Use a secure connection    Why this is important

REGIONS:

SUBSCRIBE:

Sign up for weekly updates

How governments chip away at rights defenders' freedom and spirit

News of human rights defenders being jailed, tortured or forcibly disappeared makes the headlines. What we don't hear about so often are the persistent, widespread lower-level forms of harassment that can chip away at an individual's freedom, spirit and ability to do their work.

Illustration: John Michael Yanson for NASW news

Torture. Enforced disappearances. Imprisonment. When learning about the attacks on human rights defenders around the world, these are the types of incidents that make the news. What we rarely hear about is the steady drip of government harassment many activists are subjected to on a long-term, low-level basis that affects them both psychologically and professionally but isn't captivating enough to make headlines.

Governments around the world use various forms of repression to silence human rights defenders, and they justify their actions in myriad ways. Travel bans, judicial harassment, questioning, smear campaigns, surveillance, and intimidation are just a few of the tactics that happen to fly under the international community's radar.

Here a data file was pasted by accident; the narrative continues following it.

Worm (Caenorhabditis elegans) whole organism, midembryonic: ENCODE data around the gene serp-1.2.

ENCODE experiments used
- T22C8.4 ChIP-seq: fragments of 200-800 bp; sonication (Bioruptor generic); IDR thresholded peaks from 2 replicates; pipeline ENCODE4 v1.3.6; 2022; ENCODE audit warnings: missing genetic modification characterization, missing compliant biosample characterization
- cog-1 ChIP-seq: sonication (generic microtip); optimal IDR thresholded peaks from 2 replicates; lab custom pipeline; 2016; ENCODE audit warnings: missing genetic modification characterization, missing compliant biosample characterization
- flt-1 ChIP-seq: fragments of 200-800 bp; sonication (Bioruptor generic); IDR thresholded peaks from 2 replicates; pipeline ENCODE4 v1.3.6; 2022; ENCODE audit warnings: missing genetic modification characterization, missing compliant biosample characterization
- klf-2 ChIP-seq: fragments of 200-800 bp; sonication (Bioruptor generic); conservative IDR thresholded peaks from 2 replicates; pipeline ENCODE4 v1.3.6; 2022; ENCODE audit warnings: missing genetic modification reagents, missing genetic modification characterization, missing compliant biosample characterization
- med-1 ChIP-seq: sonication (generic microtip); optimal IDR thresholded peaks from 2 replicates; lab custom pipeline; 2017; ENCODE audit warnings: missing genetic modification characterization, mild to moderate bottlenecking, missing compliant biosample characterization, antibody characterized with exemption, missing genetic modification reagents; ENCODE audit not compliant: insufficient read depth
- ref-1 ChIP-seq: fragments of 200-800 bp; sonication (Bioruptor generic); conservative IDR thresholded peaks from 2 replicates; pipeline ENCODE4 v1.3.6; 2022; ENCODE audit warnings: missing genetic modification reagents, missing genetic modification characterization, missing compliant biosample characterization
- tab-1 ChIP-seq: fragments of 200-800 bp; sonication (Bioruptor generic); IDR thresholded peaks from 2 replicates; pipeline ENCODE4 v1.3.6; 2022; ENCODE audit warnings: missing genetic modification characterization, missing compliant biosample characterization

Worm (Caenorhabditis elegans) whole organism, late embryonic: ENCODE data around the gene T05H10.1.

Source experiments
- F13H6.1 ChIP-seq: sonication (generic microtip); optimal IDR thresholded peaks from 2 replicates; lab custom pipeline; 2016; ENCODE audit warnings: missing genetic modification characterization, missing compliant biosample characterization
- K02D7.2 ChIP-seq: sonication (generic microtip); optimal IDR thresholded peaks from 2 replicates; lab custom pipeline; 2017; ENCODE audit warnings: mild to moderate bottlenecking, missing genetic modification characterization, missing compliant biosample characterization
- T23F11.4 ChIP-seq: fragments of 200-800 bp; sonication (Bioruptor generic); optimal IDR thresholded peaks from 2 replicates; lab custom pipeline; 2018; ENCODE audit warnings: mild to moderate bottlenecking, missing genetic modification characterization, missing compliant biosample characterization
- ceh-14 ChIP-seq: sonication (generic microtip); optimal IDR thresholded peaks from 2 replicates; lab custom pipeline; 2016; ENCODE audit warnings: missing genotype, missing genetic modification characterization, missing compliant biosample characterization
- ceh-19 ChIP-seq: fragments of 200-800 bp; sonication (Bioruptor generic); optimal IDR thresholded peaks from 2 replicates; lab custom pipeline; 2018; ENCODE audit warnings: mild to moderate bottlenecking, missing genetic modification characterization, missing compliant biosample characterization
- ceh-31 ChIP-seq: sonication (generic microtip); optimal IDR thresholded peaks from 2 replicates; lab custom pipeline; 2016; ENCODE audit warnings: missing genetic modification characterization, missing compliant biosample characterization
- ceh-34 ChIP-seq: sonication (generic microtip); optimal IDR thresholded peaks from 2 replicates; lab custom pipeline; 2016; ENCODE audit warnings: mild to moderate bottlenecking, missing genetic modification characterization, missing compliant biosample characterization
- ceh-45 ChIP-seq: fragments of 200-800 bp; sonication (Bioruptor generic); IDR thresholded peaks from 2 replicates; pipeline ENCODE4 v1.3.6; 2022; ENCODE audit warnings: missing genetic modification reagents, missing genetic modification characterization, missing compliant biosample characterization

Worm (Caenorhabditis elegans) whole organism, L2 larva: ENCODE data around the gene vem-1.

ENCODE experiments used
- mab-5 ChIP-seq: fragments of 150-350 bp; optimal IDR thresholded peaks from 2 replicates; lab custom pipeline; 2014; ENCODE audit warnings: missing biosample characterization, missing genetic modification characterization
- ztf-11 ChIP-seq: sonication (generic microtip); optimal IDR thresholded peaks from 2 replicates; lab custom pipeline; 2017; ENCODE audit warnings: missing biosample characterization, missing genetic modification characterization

According to research carried out by Frontline Defenders, judicial harassment remains one of the most commonly used strategies around the world, the use of travel bans is on the rise, and summonses to appear for questioning before police are used to create a climate of fear within the human rights community.

In cases of judicial harassment, rights advocates are subjected to lengthy proceedings drawn out over several months and sometimes years. Even when eventually acquitted of the oftentimes-fabricated charges against them, judicial harassment diverts time, energy, and resources away from their human rights work. Every unduly postponed hearing takes the wind out of international solidarity campaigns meant to keep the individuals' plight in the public eye.

Travel bans, often imposed without prior legal procedures, are used to stop advocates from delivering their messages to the international bodies that matter. By taking away their freedom of movement, they effectively render individuals prisoners – just of a larger prison in this case.

Questioning and interrogations, often tactics that precede judicial targeting, are used to keep human rights defenders consistently on high alert, make them aware they are being watched, and pressure them to self-censor.

All of these tactics have been used against human rights workers in the IFEX network: a global network dedicated to defending and promoting the right to freedom of expression.

As we write, at least three members of the network are being subjected to restrictions that put enormous stress on their personal and professional lives; Gamal Eid, Executive Director of the Arabic Network for Human Rights Information (ANHRI) in Egypt, Erol Önderoglu, journalist and free speech activist at the IPS Communication Foundation – Bianet in Turkey, and Nabeel Rajab, imprisoned head of the Bahrain Center for Human Rights.